A Student Experience – Building a Headphone Amplifier

One of our makers on campus, Jess, has spent a bit of time over the semester working on a homemade (or dormmade I should say) headphone amplifier (complete with 3D printed parts). I asked Jess about his process and how other students might be able to replicate his awesome project.

Have you built audio components or equipment before?

-Yes. I built a solid state guitar amp for my high school back in the day. The trick, however, is learning to both read a schematic and be thorough in the execution of these projects….It is easy to accidentally cut a corner here or there which usually renders things non-functional.

How did you find out about this particular headphone amplifier project?

I spend a significant portion of my time trying to contribute the DIY audio/hifi/headphone web culture. Coupling this with the fact there really are only two “grand master” first-source amp designers out there (Pete Millett and Kevin Gilmore), the choices were both sparse and thus easy. Sites I write for and read include Headfi.org in the DIY section, and I read head-case.org, Instructables, and many, many random blogs of folks who documented some of their projects. I pulled the amp I built, the “Starving Student Millet Hybrid” -SSMH-, directly from Pete Millett’s personal site.

Compared to other things you’ve built how difficult was this project?

I think the overall complexity makes it the most complex, but it was not hard to “make”. Again, taking extra time to do things properly, re-read stuff, and try not to do anything rash makes things easier, not harder. That said, the project just got significantly more difficult because a few crucial parts (MOSFETs) got destroyed during the “move the project into a final box”. I will need to rebuild much of the amp; but I learned a valuable lesson to build the project IN the box to start with to avoid this issue in the future.

Where did you build your project?
100% in my dorm room.

What kind of tools did you need?
Besides the schematic and knowing how to order from Mouser off a spreadsheet BOM, Ebay, and random folks who have extra RCA vacuum tubes in their garage, I used:
Scissors for wire stripping (my wire strippers are terrible, such that the scissor method was better)
Cheapo soldering iron from Amazon and solder
Alligator clips for debugging (usually a multimeter is handy, but there are no “bias voltages” in this circuit so that wasn’t needed)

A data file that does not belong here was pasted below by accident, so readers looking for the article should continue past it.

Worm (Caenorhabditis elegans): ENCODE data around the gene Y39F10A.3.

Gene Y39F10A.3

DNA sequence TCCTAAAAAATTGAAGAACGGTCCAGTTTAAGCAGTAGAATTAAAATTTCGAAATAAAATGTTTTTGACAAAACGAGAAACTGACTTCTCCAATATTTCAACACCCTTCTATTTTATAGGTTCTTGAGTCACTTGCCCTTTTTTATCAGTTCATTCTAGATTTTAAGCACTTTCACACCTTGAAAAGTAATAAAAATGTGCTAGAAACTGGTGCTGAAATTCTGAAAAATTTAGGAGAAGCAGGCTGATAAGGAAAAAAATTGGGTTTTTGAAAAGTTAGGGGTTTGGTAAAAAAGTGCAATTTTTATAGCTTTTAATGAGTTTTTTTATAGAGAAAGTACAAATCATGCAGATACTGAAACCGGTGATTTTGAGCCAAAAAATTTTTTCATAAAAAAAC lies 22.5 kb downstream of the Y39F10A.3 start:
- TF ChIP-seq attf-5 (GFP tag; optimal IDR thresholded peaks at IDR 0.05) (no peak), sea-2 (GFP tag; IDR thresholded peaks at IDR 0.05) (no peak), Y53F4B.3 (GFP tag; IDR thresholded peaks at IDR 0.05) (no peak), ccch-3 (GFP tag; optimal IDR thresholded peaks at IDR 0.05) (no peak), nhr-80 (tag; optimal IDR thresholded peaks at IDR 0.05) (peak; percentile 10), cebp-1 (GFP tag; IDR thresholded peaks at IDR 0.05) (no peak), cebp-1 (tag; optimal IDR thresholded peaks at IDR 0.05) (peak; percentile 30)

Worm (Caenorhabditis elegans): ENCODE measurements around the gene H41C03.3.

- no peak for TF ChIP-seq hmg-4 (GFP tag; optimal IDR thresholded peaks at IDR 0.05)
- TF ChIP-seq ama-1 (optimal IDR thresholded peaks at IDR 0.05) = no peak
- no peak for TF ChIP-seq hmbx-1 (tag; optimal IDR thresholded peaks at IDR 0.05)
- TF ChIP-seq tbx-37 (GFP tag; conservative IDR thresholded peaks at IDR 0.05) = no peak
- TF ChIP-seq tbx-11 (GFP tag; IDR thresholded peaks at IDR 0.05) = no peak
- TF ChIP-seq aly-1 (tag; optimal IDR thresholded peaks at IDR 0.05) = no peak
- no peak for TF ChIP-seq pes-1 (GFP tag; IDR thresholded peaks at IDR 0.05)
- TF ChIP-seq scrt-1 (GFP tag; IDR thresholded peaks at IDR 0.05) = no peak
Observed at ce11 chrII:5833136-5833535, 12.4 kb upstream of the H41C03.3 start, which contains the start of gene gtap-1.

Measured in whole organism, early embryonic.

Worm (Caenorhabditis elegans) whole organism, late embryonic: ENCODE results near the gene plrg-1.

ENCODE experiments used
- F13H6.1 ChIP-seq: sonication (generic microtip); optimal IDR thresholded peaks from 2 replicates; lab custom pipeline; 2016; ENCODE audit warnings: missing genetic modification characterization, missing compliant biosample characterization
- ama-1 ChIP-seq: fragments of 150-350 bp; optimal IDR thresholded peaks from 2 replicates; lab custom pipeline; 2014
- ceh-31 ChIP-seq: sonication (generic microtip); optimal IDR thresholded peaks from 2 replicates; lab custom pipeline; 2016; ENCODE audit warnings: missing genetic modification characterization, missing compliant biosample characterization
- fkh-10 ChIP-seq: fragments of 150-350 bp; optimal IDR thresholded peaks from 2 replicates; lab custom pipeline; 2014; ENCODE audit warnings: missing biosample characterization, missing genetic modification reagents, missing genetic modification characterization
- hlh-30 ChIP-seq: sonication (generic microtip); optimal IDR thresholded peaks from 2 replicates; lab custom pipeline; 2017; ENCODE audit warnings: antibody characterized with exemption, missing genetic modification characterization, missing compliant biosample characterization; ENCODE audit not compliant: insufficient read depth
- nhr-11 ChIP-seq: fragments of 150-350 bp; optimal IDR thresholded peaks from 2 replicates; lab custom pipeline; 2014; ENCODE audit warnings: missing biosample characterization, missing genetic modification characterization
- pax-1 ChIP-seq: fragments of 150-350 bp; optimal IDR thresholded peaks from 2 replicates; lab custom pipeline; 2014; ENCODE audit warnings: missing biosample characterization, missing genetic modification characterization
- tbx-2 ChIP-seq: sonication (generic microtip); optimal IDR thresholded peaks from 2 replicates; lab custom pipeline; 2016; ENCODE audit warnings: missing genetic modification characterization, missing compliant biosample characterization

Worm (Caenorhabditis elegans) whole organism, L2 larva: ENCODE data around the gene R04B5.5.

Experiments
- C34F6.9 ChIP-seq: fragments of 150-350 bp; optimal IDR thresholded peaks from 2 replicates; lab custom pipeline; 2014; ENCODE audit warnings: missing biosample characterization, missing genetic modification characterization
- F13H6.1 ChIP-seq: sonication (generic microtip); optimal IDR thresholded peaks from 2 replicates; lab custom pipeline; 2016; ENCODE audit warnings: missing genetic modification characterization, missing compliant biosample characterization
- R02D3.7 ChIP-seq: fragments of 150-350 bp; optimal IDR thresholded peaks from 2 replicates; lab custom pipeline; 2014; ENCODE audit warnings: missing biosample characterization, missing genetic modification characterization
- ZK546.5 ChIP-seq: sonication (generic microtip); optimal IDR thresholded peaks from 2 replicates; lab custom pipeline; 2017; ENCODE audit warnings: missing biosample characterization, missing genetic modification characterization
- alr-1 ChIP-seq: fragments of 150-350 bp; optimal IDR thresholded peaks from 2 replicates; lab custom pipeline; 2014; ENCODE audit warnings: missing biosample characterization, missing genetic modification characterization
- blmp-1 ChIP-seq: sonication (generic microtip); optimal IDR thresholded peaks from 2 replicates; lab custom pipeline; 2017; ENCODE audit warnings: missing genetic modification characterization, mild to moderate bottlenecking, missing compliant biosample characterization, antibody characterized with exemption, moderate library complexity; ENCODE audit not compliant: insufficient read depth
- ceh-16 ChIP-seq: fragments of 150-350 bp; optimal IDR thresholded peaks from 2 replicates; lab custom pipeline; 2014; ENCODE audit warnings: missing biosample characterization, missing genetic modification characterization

Spare PCB P2P (point to point) boards for organizing the passive components

What have you learned by making this project?

Make the amp IN the box next time
I can read schematics better than I thought
I can do this sort of thing! Yay!

If someone wanted to make a headphone amplifier but had never done such a project before – where would they start?

Easy. The internet (and REALLY want to make one=unlimited time budget for proper learning). Read reviews of options, make sure there actually are reviews of the design. Reviews = documentation. Hit the forums- Most DIY forums topics on a single amp (often not even the power supply, JUST the amp!) are hundreds if not thousands of pages long. This seems way over most folks heads, but do this logically here……Get a document up and take notes as you go through the posts, writing down what you are sure you understand, helpful tips from folks who already did the build, and most importantly what you don’t understand. Inherently, everyone one else on the forum didn’t understand that at some point too, so it is usually a quick forum search tool or google search away to figure it out. Standard forum etiquette mandates knowing how to search a forum topic, because usually the same questions are asked every 3 pages….people only ever seem to look 2 pages back before posting. So don’t do that. Remember to take notes on everything- even if this is fun and a hobby, it is 100% real and serious research is required, so enjoy it. I didn’t realize that for a long time, which is why my projects were coming out half baked.

Jess’ headphone amplifier in it’s near completion:

All photos courtesy Jess Sullivan.

Find out more about audio projects at Jess Sullivan’s website.